1865 –Mary Jenkins Surratt was executed today as a conspirator in the assassination of President Abraham Lincoln. The owner of the tavern and boardinghouse where the plot was hatched, she was hung along with three other convicted conspirators Lewis Powell, David Herold and George Atzerodt. Questions surrounding her guilt and the conclusiveness of the evidence brought forth against here are still argued amongst scholars and historians to this day.
1892 –Katipunan: Revolutionary Philippine Brotherhood is formed, leading to the eventual fall of the Spanish empire in Asia.
1903 –The “March of the Mill Children” led by Mary Harris “Mother” Jones, begins on this day. Jones leads striking adult and child textile workers on a protest march from Philadelphia PA, to the door of President Theodore Roosevelt’s summer home in Oyster Bay Long Island NY. The march was organized to bring public attention to the terrible conditions for child and to demand a 55 hour work week.
1914 –Baltimore Orioles offer Babe Ruth, Ernie Shore and Ben Egan for to Philadelphia Athletics, Connie Mack for the sum of $10,000.00. Mack declines offer, pleading poverty.
1928 –The first loaf of sliced bread is believed to have been sold this day by the Chillicothe Baking Company of Chillicothe Missouri.
1930 –Scottish novelist, short story writer, poet and physician Arthur Ignatius Conan Doyle died on this day 1930 in Crowborough England. Doyle was the creator of the world’s best known sleuth Sherlock Holmes. Doyle was also a supporter of the reform of the Congo Free State and wrote a pamphlet denouncing the crimes and horrors of that colony called The Crime of Congo. A longtime campaigner for equality and social justice, he investigated two closed cases which lead to the exoneration of two men that had been falsely accused. Doyle died of a heart attack at the age of 71.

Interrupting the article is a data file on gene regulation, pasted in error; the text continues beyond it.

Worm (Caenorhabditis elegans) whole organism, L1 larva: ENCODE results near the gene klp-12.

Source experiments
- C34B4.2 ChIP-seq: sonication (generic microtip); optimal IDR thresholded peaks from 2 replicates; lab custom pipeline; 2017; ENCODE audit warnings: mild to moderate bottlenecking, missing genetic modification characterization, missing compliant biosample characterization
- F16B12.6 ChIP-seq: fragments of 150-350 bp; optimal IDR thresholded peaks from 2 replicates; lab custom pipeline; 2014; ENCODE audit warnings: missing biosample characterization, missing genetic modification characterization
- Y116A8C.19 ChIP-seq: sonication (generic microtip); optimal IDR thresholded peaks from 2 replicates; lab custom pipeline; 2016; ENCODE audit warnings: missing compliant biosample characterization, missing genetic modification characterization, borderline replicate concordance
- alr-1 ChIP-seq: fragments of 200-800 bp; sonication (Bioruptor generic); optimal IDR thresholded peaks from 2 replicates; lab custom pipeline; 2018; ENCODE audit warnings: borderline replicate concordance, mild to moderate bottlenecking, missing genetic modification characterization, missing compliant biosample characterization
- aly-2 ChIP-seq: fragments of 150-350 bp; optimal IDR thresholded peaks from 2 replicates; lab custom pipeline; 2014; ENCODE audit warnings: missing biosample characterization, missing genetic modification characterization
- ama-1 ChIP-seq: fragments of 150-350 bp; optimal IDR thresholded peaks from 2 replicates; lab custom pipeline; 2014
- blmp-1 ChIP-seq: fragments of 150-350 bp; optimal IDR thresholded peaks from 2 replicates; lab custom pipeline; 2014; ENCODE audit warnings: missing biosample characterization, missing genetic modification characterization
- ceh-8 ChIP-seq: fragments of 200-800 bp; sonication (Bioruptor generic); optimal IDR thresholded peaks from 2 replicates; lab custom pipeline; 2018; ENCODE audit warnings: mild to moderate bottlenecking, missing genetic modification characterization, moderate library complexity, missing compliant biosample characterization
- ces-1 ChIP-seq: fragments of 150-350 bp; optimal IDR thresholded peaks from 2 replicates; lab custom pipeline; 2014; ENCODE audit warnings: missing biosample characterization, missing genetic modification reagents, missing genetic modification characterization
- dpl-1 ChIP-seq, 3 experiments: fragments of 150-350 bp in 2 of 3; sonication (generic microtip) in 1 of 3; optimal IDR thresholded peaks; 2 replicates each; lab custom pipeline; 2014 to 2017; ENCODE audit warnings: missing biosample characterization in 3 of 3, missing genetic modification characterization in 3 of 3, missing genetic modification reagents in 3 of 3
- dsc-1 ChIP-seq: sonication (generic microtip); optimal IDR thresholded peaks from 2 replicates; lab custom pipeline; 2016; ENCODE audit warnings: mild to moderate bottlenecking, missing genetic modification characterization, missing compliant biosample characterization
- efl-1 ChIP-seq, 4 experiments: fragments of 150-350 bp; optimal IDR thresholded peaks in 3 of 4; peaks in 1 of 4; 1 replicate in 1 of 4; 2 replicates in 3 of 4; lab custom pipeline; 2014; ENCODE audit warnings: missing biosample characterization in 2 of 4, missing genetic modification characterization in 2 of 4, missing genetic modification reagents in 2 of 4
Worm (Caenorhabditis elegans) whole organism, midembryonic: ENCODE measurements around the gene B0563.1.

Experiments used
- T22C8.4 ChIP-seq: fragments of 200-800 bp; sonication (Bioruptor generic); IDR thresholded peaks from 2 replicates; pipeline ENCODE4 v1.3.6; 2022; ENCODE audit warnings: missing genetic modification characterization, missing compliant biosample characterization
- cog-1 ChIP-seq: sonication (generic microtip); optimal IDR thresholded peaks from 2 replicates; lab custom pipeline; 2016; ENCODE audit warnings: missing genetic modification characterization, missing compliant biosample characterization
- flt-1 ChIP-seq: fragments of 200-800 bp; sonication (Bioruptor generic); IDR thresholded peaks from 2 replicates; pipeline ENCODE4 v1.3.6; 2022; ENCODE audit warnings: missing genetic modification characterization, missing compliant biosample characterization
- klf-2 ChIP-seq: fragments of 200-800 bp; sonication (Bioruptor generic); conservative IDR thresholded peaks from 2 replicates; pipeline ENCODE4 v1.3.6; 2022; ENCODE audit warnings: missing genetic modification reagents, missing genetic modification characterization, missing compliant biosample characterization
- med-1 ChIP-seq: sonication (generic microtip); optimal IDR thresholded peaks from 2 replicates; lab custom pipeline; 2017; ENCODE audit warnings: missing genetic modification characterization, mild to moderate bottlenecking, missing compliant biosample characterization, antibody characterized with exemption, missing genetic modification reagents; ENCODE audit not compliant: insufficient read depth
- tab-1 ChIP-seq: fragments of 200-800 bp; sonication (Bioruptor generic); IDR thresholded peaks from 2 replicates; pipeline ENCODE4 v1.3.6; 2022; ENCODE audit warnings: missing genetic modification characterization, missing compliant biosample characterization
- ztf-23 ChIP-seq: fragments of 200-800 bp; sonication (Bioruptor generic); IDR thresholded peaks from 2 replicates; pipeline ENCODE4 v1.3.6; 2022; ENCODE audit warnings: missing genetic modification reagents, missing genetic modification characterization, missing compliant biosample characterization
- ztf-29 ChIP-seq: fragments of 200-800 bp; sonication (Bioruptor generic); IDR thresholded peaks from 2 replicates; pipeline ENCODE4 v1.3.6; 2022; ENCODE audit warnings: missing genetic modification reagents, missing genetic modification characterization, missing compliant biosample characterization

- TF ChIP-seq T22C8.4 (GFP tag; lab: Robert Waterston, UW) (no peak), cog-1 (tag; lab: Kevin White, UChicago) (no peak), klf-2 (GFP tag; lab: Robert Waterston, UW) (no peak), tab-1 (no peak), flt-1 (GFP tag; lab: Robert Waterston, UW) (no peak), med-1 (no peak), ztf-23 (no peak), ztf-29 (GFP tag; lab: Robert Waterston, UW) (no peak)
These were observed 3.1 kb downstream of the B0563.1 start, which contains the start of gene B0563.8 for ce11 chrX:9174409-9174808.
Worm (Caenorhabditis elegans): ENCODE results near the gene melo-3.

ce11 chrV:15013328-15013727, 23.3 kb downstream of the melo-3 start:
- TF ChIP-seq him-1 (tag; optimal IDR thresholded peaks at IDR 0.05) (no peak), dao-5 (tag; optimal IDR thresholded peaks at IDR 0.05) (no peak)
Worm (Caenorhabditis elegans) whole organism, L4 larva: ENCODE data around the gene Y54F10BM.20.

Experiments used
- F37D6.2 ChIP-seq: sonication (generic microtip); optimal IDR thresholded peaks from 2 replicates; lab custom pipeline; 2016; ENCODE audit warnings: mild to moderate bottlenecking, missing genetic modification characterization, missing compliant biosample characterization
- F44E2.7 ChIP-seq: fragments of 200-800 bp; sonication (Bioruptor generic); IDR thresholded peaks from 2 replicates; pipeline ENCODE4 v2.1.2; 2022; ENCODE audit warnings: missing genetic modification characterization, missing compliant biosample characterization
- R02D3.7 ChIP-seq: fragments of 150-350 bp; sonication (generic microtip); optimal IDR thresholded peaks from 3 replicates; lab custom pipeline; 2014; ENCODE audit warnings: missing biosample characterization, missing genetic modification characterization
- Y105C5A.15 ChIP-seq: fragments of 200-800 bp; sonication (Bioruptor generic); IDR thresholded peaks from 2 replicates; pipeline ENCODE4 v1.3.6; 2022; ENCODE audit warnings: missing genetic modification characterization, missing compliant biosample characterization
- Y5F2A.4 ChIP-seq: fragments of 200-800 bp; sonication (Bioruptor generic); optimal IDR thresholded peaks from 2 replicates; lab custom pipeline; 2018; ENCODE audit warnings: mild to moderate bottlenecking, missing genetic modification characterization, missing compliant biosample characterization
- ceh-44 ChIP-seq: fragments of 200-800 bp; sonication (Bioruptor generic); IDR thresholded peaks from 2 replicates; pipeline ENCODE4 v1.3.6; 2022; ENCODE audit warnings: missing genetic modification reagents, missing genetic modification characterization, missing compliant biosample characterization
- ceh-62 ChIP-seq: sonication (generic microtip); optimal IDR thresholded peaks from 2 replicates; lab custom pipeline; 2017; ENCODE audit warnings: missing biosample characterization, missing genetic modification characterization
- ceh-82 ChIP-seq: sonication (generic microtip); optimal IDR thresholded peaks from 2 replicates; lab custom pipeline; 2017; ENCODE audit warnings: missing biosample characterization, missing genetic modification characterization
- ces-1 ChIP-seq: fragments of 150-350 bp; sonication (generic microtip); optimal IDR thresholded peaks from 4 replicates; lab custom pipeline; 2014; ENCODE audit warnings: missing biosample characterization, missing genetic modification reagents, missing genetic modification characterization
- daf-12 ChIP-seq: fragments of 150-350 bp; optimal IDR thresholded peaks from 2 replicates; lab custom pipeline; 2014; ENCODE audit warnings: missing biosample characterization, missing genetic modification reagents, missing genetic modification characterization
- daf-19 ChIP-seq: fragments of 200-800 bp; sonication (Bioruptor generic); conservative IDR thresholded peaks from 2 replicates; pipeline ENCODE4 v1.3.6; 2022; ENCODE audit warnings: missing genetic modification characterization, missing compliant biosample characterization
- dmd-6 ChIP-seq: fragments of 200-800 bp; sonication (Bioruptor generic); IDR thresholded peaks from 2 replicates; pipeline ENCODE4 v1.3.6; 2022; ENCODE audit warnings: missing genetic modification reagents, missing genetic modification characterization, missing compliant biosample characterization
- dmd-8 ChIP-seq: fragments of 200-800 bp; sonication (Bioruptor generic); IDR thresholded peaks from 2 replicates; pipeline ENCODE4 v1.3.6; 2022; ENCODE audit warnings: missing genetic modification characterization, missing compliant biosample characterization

1953 –Che Guevara embarks on road trip through Bolivia, Peru, Ecuador, Panama, Costa Rica, Nicaragua, Honduras and El Salvador.
1961 –Jimmy Hoffa elected chairman of the teamsters.
1967 –Actress Vivien Leigh dies in London. The British actress was born in Darjeeling India and found great success on stage and screen. Her most famed roles were that of Scarlett O’Hara in “Gone with the Wind”, and as Blanch Dubois in the screen adaptation of the Tennessee Williams play “A Streetcar Named Desire”. Leigh died from complications from tuberculosis at the age of 53.
1972 –First female member of the FBI sworn in.
1973 –Shoelace Park in the Bronx named.
1981 –Sandra Day O’Connor nominated to the Supreme Court by President Ronald Regan. Born in El Paso, Texas O’Connor attended Stanford University where she earned her BA in economics and went on to graduate with honors from Stanford Law School. Though she graduated at the top of her class, O’Connor was unable to find work in the private sector due to gender discrimination. Thus she embarked on a career working in the public sector and soon proved to be well suited for a life in politics. She served as the Assistant Attorney General of Arizona for four years from 1965-1969 and went on to become the first woman elected to State Senate Majority leader in 1973. Regan had pledged to nominate a woman to the Supreme Court during his 1980 campaign and fulfilled that promise with O’Connor’s nomination on July 7th. O’Connor was confirmed with a decision of 99-0.
1987 –Marine Lt. Col. Oliver North begins public Testimony in the Iran Contra hearings. He plead his innocence stating he “Never carried out a single act. Not one.”